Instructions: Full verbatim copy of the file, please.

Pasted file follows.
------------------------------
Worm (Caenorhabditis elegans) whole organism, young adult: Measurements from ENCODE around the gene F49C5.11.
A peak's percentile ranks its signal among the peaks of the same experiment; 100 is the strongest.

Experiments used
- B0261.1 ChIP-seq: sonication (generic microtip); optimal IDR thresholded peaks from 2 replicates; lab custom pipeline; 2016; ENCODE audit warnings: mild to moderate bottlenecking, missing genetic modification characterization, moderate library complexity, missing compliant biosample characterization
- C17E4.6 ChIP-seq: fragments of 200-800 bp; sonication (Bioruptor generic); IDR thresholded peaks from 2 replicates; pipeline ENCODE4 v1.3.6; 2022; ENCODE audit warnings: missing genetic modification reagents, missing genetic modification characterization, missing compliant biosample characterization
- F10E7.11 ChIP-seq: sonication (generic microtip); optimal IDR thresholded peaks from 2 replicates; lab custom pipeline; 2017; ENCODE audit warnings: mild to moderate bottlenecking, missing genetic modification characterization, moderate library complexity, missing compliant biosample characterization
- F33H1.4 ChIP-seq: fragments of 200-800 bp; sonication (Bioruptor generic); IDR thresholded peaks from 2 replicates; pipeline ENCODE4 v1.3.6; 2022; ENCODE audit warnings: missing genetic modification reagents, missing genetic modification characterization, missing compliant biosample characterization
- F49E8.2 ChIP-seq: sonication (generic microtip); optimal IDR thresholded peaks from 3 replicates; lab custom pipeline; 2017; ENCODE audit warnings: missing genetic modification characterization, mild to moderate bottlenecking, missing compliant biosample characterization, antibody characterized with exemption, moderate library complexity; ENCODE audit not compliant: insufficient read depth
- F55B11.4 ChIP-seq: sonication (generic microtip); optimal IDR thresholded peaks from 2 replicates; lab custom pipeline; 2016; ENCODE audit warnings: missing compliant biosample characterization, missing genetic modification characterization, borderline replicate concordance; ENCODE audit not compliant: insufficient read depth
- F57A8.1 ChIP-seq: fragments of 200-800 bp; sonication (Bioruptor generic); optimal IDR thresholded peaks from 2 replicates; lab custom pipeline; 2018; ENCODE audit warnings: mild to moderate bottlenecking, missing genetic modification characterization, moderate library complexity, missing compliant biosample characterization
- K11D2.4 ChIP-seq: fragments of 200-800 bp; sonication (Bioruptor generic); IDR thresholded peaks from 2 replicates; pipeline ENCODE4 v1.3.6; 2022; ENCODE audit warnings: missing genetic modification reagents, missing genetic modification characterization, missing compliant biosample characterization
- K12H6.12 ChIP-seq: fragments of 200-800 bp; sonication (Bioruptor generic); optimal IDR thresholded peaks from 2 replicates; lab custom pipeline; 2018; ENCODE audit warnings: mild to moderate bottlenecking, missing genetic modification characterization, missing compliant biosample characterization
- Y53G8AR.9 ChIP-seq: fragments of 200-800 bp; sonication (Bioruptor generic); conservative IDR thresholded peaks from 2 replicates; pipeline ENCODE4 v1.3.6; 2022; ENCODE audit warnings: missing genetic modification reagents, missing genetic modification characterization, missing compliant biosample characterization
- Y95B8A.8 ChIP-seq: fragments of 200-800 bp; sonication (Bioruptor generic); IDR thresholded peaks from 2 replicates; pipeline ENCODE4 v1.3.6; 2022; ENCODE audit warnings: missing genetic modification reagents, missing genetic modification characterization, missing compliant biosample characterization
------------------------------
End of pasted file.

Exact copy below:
Worm (Caenorhabditis elegans) whole organism, young adult: Measurements from ENCODE around the gene F49C5.11.
A peak's percentile ranks its signal among the peaks of the same experiment; 100 is the strongest.

Experiments used
- B0261.1 ChIP-seq: sonication (generic microtip); optimal IDR thresholded peaks from 2 replicates; lab custom pipeline; 2016; ENCODE audit warnings: mild to moderate bottlenecking, missing genetic modification characterization, moderate library complexity, missing compliant biosample characterization
- C17E4.6 ChIP-seq: fragments of 200-800 bp; sonication (Bioruptor generic); IDR thresholded peaks from 2 replicates; pipeline ENCODE4 v1.3.6; 2022; ENCODE audit warnings: missing genetic modification reagents, missing genetic modification characterization, missing compliant biosample characterization
- F10E7.11 ChIP-seq: sonication (generic microtip); optimal IDR thresholded peaks from 2 replicates; lab custom pipeline; 2017; ENCODE audit warnings: mild to moderate bottlenecking, missing genetic modification characterization, moderate library complexity, missing compliant biosample characterization
- F33H1.4 ChIP-seq: fragments of 200-800 bp; sonication (Bioruptor generic); IDR thresholded peaks from 2 replicates; pipeline ENCODE4 v1.3.6; 2022; ENCODE audit warnings: missing genetic modification reagents, missing genetic modification characterization, missing compliant biosample characterization
- F49E8.2 ChIP-seq: sonication (generic microtip); optimal IDR thresholded peaks from 3 replicates; lab custom pipeline; 2017; ENCODE audit warnings: missing genetic modification characterization, mild to moderate bottlenecking, missing compliant biosample characterization, antibody characterized with exemption, moderate library complexity; ENCODE audit not compliant: insufficient read depth
- F55B11.4 ChIP-seq: sonication (generic microtip); optimal IDR thresholded peaks from 2 replicates; lab custom pipeline; 2016; ENCODE audit warnings: missing compliant biosample characterization, missing genetic modification characterization, borderline replicate concordance; ENCODE audit not compliant: insufficient read depth
- F57A8.1 ChIP-seq: fragments of 200-800 bp; sonication (Bioruptor generic); optimal IDR thresholded peaks from 2 replicates; lab custom pipeline; 2018; ENCODE audit warnings: mild to moderate bottlenecking, missing genetic modification characterization, moderate library complexity, missing compliant biosample characterization
- K11D2.4 ChIP-seq: fragments of 200-800 bp; sonication (Bioruptor generic); IDR thresholded peaks from 2 replicates; pipeline ENCODE4 v1.3.6; 2022; ENCODE audit warnings: missing genetic modification reagents, missing genetic modification characterization, missing compliant biosample characterization
- K12H6.12 ChIP-seq: fragments of 200-800 bp; sonication (Bioruptor generic); optimal IDR thresholded peaks from 2 replicates; lab custom pipeline; 2018; ENCODE audit warnings: mild to moderate bottlenecking, missing genetic modification characterization, missing compliant biosample characterization
- Y53G8AR.9 ChIP-seq: fragments of 200-800 bp; sonication (Bioruptor generic); conservative IDR thresholded peaks from 2 replicates; pipeline ENCODE4 v1.3.6; 2022; ENCODE audit warnings: missing genetic modification reagents, missing genetic modification characterization, missing compliant biosample characterization
- Y95B8A.8 ChIP-seq: fragments of 200-800 bp; sonication (Bioruptor generic); IDR thresholded peaks from 2 replicates; pipeline ENCODE4 v1.3.6; 2022; ENCODE audit warnings: missing genetic modification reagents, missing genetic modification characterization, missing compliant biosample characterization